I actually did a little time lapse video of this with an older project a few years back. While a bit of my technique has changed, the basic steps are still relevant.

You may need to add many layers of dirt and grime to get the proper amount of crud on your prop. Varying the hue and tone across passes will add more realism, so don’t just use a single pass of brown. Situationally you might choose to seal in the weathering with a clearcoat--acrylic paint is more fragile than the enamel and lacquer used on the basecoats, and lots of handling will eventually wipe it away. The higher traffic areas on the Needler were clear coated with matte acrylic.

Once the base weathering is complete, the final step (and my personal favorite) is drybrushing. Drybrushing in this case is the process of using silver paint on higher edges of a prop to simulate scuffed paint and the metal areas beneath. This is another process where you’ll need to consider the life and utility of the item you’re creating; a pistol would have a lot of scuffs around the trigger, trigger guard, magazine well, safety, ejection port, etc. Areas that would be handled often or would be in danger of contacting an abrasive surface when the weapon is set down should show signs of wear and tear.

Shown above is the upper emitter - silver enamel has been used on the protruding edges to simulate scuffs and abrasion in the metal. Parts that stick out further--like the forward prongs--would have more damage and are given a heavier treatment of silver.

WeatheringTip #4: Drybrushing requires very little paint to work properly and, in my experience, is best done with a rougher brush. After dipping your paintbrush into the silver, the lion’s share of the paint should be sponged out of the brush with a paper towel. What you’re after is a very light coating that will just slightly dust the corners of your prop when the brush is dragged against it. Too much paint will produce thicker chunky streaks of silver and end up looking very fake.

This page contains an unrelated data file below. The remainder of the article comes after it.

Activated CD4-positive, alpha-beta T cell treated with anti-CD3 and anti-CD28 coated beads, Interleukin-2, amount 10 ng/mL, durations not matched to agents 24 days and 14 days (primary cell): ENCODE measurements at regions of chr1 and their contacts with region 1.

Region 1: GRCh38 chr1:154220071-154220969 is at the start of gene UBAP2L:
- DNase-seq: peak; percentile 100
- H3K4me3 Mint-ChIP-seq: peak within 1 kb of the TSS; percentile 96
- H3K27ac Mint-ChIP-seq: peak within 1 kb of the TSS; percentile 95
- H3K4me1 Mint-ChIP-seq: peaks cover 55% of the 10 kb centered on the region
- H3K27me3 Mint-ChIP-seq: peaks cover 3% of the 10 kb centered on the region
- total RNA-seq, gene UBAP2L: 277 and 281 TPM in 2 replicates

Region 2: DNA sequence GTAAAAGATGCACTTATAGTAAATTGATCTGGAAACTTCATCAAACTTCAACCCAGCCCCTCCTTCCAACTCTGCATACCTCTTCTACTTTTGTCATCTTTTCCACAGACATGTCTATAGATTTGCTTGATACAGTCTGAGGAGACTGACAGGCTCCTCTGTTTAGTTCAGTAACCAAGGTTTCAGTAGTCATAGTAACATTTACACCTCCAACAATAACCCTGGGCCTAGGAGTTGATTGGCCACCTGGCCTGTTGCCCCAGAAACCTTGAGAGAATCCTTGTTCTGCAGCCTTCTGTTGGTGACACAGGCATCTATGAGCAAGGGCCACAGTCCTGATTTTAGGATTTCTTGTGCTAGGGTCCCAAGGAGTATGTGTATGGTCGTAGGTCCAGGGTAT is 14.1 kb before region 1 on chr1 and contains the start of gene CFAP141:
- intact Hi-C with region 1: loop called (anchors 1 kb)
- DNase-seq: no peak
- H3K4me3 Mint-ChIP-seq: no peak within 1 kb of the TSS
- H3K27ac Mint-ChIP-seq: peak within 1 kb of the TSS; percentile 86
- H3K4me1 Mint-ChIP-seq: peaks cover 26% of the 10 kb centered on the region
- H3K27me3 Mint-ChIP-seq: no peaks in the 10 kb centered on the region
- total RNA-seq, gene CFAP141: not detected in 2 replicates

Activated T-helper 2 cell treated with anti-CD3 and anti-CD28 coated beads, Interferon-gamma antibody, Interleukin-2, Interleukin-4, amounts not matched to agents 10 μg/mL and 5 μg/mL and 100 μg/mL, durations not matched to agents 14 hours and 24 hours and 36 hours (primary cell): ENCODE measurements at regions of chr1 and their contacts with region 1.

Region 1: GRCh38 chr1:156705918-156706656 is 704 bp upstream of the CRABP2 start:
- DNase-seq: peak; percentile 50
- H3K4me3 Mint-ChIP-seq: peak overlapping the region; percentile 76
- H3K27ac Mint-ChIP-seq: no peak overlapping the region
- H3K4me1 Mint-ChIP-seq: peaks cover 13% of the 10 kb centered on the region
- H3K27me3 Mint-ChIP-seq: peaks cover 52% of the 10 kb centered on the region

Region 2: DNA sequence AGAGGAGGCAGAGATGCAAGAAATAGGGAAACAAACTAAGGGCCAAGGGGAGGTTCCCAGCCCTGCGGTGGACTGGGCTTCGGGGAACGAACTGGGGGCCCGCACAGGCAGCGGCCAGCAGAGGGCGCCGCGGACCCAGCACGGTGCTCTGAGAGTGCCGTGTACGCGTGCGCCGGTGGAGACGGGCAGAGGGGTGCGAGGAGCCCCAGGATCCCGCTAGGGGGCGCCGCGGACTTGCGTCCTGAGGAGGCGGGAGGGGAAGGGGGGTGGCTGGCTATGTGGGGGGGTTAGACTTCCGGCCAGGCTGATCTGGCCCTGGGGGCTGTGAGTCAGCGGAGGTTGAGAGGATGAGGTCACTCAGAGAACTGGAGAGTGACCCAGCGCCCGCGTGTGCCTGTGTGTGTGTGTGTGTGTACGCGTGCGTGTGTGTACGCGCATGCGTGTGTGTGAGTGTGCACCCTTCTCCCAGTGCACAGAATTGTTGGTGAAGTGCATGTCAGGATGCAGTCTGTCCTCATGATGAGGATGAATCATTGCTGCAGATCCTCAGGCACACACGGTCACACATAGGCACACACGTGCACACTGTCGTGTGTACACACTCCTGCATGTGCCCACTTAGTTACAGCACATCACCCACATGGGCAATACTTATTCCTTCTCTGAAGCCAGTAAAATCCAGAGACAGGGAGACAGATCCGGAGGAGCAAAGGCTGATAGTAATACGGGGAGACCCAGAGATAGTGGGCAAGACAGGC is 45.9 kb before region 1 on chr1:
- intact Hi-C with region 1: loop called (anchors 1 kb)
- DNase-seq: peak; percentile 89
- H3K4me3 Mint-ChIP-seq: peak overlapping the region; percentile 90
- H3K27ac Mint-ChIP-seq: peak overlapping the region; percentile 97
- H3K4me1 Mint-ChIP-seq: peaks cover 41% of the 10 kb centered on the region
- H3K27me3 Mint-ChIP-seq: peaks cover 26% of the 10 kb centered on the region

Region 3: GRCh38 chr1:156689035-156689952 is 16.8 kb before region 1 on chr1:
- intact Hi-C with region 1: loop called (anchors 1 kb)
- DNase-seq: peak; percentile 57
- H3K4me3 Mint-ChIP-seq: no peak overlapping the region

Keen-eyed observers will notice that all of these parts are being weathered before assembly, and that process has benefits and detriments. You’ll be able to more easily reach the entire piece you’re weathering without having to worry about missing any recessed areas, but you also need to be aware of how the parts will fit together later on to make sure the weathering makes sense. Drybrushing a high point on one piece may make sense when it’s separate, but that part might not actually protrude once assembled. For example, the upper casing of the Needler wouldn’t really have many metallic scuffs on its upper side, since the protruding needles would keep it from touching the ground.

Weathering should continue after you’ve assembled your prop. Intersections between components will need another pass of dirt and grime, and you might notice certain protrusions that need a bit of drybrushing as well.

Assembly is another topic altogether, and the Needler will need many hours of bolting, screwing, gluing and clamping before it’s ready to be wielded. Now, I may have gotten a bit excited and already completed all of those steps. I may even have the completed Needler sitting right next to me as I type this, happily illuminating my entire workshop. You’ll see the fruits of my crazed building frenzy in the next installment: final assembly!

The Volpin Project, Part 1: Introductions

The Volpin Project, Part 2: References and Blueprinting

The Volpin Project, Part 3: Selecting Materials

The Volpin Project, Part 4: Taking Shapes

The Volpin Project, Part 5: Bondo Strikes Back

The Volpin Project, Part 6: Details, Accents, Refinements, and Mockups

The Volpin Project, Part 7: Introduction to Moldmaking

The Volpin Project, Part 8: More Complex Moldmaking

The Volpin Project, Part 9: The Casting Process

The Volpin Project, Part 10: Illumination and Audio

The Volpin Project, Part 11: Prepping for Paint

The Volpin Project, Part 12: Finally Time to Paint